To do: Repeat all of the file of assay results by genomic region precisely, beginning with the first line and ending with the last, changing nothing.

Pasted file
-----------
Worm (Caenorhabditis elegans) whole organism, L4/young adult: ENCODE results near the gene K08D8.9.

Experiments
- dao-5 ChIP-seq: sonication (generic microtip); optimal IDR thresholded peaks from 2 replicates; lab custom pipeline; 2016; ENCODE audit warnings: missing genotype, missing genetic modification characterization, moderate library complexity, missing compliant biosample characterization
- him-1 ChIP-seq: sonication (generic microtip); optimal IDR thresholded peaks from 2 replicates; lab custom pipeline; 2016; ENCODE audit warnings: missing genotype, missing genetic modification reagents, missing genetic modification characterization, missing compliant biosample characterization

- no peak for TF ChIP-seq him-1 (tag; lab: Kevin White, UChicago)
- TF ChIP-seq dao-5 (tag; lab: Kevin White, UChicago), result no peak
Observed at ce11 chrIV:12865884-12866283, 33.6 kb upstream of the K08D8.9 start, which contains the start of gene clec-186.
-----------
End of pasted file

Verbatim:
Worm (Caenorhabditis elegans) whole organism, L4/young adult: ENCODE results near the gene K08D8.9.

Experiments
- dao-5 ChIP-seq: sonication (generic microtip); optimal IDR thresholded peaks from 2 replicates; lab custom pipeline; 2016; ENCODE audit warnings: missing genotype, missing genetic modification characterization, moderate library complexity, missing compliant biosample characterization
- him-1 ChIP-seq: sonication (generic microtip); optimal IDR thresholded peaks from 2 replicates; lab custom pipeline; 2016; ENCODE audit warnings: missing genotype, missing genetic modification reagents, missing genetic modification characterization, missing compliant biosample characterization

- no peak for TF ChIP-seq him-1 (tag; lab: Kevin White, UChicago)
- TF ChIP-seq dao-5 (tag; lab: Kevin White, UChicago), result no peak
Observed at ce11 chrIV:12865884-12866283, 33.6 kb upstream of the K08D8.9 start, which contains the start of gene clec-186.